At Martin Mere there were parents helping their children up to stand on the wall at the otters in front of the large “No standing on the wall” sign and sitting watching while their children chase the birds. My children try to do all of these things, because they are children and that’s what they do (and I can’t promise we spot them doing it every time), but we certainly don’t stand there and help them or watch them do it. It is our job as parents to teach them to respect rules and animals and other peoples things. I understand not all parents are willfully ignoring what their children are doing, some parents might not think what their children is doing is wrong (and maybe they are right, this is just my opinion after all). Tom knows not to hit trees and plants with sticks (he still tries regularly) and we have tried to teach him why, and it’s one of the reasons we take the children outdoors so much to nature reserves, to try to teach them about their surroundings so that they get a better understanding of their environment.
I am a big believer in getting kids out in the wild (even if that wild is the local park) but when they are in woodlands and wetlands and any kind of natural environment, as a parent you need to be responsible and teach your child about the impact that they can have on that environment, and that there are reasons we don’t just climb over fences, that if everyone did that then someone has to mend that fence, and that it isn’t ok to remove stones from drystone walls because it’s just a wall and it doesn’t matter, because it does matter and they require a lot of skill and time to build (and usually serve a purpose).
Don’t be scared to touch…
If you see a fallen tree, feel free to allow the children to explore it and have a climb, if you are in the woods let the little ones climb trees but with minimal damage to the tree, for example choose a strong tree, not a sapling. Keep to paths and walkways and use gates and stiles to get through fences, if there isn’t any way through the fence, then you probably aren’t supposed to go through, respect that, either find an alternative way in or keep out, don’t climb over. If you want to build a den, go ahead, it’s great fun, but use sticks and things you find on the ground, don’t snap branches off trees nearby! Try to leave everything as you found it and keep damage to a minimum, so that nobody would know you had been there. This way you have lots of fun, but keep the environment in tact for other people to enjoy in the future.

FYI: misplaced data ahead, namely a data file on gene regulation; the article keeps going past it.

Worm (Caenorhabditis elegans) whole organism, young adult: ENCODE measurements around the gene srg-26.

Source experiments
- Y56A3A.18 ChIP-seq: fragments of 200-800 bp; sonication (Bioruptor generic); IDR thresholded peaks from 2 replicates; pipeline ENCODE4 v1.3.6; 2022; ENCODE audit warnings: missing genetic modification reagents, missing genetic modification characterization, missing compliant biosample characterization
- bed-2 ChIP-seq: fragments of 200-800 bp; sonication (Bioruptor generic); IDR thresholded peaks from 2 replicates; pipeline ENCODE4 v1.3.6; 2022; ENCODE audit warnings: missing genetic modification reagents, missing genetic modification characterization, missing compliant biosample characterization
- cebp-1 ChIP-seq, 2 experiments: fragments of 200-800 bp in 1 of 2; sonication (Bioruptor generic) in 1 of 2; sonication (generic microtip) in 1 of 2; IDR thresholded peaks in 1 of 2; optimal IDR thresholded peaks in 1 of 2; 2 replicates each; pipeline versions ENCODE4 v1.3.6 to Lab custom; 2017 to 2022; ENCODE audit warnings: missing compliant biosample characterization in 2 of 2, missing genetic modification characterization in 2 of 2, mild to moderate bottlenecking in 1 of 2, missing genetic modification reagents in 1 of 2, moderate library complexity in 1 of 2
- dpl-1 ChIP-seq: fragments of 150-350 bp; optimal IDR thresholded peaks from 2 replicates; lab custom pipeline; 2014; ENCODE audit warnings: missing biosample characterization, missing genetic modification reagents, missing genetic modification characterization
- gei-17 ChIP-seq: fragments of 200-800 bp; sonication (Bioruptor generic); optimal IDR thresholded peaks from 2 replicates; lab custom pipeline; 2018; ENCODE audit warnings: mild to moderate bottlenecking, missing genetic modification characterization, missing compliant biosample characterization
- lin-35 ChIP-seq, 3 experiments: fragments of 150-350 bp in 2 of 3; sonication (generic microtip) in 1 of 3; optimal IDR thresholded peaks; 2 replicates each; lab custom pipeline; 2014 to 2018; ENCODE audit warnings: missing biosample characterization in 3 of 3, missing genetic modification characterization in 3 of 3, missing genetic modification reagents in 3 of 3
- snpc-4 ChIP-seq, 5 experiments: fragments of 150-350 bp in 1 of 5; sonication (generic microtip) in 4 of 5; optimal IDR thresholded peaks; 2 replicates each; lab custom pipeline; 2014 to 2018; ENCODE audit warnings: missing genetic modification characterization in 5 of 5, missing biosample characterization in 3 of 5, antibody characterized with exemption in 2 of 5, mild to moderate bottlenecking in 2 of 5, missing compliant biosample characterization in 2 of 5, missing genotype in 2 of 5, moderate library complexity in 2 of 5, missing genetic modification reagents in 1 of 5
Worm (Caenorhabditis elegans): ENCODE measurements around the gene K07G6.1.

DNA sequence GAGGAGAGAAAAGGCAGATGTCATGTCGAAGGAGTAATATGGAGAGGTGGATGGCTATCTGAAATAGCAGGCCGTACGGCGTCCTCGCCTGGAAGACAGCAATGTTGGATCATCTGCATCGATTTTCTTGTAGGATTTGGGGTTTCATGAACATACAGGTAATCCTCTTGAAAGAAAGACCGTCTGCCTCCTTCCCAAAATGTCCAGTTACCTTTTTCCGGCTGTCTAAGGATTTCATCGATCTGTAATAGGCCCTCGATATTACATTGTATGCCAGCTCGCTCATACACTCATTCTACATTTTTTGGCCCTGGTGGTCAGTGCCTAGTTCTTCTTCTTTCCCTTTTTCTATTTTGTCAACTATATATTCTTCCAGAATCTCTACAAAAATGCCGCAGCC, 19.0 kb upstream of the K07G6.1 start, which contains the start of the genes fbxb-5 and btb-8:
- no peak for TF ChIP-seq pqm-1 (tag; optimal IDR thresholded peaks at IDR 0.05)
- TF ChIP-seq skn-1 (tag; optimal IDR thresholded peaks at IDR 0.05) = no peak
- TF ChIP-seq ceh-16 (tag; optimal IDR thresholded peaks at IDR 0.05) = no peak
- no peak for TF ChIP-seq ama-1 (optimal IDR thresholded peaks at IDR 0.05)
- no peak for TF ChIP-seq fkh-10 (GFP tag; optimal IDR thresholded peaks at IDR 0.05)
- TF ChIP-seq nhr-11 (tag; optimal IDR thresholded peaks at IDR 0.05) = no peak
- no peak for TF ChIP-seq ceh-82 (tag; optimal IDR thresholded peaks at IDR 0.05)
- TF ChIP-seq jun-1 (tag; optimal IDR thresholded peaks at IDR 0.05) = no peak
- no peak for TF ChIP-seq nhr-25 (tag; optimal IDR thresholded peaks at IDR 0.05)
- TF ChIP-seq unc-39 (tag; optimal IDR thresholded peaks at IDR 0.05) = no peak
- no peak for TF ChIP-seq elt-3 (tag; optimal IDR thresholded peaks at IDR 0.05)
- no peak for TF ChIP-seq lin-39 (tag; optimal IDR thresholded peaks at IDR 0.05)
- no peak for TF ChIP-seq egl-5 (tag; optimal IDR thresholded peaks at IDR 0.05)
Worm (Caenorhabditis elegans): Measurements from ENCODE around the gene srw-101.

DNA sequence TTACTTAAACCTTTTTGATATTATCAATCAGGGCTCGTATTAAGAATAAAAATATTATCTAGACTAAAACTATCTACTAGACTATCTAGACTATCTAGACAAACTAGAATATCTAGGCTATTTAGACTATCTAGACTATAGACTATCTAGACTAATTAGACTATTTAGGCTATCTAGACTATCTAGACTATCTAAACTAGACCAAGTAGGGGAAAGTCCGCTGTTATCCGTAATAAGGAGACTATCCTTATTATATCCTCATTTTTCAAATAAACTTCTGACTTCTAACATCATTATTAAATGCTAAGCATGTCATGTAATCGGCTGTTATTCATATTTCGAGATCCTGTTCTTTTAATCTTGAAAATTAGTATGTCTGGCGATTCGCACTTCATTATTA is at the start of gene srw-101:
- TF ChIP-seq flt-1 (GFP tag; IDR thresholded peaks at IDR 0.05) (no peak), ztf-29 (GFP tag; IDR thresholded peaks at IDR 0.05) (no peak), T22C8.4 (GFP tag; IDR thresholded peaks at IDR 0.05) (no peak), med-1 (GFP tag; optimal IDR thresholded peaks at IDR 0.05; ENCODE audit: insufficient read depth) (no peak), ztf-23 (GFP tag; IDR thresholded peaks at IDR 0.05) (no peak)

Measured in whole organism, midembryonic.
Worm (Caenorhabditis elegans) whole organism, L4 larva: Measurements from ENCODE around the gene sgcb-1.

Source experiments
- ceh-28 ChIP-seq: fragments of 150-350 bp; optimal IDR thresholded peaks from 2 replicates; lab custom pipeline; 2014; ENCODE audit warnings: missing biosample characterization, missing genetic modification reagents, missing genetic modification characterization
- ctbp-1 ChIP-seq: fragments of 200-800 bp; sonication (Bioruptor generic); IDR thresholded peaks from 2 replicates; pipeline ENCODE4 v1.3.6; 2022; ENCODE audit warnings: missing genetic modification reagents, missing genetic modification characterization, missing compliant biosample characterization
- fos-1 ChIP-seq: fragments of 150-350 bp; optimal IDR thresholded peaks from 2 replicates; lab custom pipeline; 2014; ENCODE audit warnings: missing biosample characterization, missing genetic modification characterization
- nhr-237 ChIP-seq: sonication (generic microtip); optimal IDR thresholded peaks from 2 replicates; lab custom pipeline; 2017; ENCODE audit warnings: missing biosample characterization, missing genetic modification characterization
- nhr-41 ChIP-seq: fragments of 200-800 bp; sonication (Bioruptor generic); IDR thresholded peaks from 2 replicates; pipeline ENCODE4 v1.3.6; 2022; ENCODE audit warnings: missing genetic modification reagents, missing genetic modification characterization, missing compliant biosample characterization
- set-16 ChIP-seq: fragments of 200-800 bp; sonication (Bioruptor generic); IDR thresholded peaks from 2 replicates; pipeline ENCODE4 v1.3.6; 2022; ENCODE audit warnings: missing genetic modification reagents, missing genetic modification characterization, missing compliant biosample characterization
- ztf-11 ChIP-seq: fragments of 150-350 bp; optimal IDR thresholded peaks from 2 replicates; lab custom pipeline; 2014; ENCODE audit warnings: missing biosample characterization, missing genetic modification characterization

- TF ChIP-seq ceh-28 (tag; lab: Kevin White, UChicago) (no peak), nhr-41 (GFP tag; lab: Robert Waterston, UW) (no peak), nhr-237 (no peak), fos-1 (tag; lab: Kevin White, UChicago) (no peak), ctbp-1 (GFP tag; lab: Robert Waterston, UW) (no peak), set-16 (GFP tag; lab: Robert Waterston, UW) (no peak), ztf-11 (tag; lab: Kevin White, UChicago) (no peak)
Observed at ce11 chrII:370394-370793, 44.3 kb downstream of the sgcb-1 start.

If this all seems a little confusing, or perhaps you have grown up in a city and want to explore the outdoors together with your children or maybe you think I am being a tad over zealous, have a look at the Countryside Code (CC Dl_web) as set out by Natural England which lays out guidelines for enjoying the countryside responsibly. A lot of what I am saying is in there and if taught at a young age is something that stays with you, like the Green Cross Code.